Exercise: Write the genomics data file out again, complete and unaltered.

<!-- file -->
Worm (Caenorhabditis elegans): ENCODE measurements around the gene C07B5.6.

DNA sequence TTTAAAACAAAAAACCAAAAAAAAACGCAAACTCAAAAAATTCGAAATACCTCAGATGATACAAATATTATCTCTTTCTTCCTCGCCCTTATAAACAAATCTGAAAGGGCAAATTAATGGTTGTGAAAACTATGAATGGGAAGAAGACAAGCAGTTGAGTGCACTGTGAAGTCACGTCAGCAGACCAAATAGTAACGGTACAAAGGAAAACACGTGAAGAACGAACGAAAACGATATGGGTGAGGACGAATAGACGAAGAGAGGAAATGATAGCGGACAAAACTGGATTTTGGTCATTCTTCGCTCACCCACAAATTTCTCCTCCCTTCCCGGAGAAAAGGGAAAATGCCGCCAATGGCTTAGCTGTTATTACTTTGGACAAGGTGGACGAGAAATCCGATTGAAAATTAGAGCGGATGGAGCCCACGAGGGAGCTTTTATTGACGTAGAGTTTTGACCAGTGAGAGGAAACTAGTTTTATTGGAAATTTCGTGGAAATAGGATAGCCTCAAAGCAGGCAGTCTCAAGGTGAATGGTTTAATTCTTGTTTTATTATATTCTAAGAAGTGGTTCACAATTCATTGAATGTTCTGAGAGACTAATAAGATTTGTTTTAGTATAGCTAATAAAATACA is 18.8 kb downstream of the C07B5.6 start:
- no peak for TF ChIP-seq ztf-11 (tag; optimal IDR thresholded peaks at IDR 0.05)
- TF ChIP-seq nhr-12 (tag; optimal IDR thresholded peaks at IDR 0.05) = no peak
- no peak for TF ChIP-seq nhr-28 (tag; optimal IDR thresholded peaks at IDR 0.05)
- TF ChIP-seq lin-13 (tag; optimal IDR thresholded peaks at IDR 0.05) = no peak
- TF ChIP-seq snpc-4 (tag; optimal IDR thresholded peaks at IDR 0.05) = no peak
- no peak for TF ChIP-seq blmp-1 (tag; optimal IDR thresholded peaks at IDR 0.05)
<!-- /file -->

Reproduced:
Worm (Caenorhabditis elegans): ENCODE measurements around the gene C07B5.6.

DNA sequence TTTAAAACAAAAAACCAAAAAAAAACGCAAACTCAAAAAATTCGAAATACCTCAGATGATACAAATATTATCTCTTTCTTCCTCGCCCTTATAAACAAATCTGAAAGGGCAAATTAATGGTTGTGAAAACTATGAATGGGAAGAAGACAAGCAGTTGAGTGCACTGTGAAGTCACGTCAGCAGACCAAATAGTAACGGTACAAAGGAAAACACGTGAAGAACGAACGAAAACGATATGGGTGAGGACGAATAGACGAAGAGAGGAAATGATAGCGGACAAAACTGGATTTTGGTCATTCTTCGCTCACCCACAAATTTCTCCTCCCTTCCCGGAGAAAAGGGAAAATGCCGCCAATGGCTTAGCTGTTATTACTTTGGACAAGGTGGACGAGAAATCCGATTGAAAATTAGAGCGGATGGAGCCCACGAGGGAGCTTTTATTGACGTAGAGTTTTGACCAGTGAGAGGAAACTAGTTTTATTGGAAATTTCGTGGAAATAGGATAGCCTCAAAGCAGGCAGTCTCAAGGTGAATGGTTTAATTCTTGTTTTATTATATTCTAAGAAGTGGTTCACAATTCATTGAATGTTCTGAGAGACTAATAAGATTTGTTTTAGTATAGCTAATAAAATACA is 18.8 kb downstream of the C07B5.6 start:
- no peak for TF ChIP-seq ztf-11 (tag; optimal IDR thresholded peaks at IDR 0.05)
- TF ChIP-seq nhr-12 (tag; optimal IDR thresholded peaks at IDR 0.05) = no peak
- no peak for TF ChIP-seq nhr-28 (tag; optimal IDR thresholded peaks at IDR 0.05)
- TF ChIP-seq lin-13 (tag; optimal IDR thresholded peaks at IDR 0.05) = no peak
- TF ChIP-seq snpc-4 (tag; optimal IDR thresholded peaks at IDR 0.05) = no peak
- no peak for TF ChIP-seq blmp-1 (tag; optimal IDR thresholded peaks at IDR 0.05)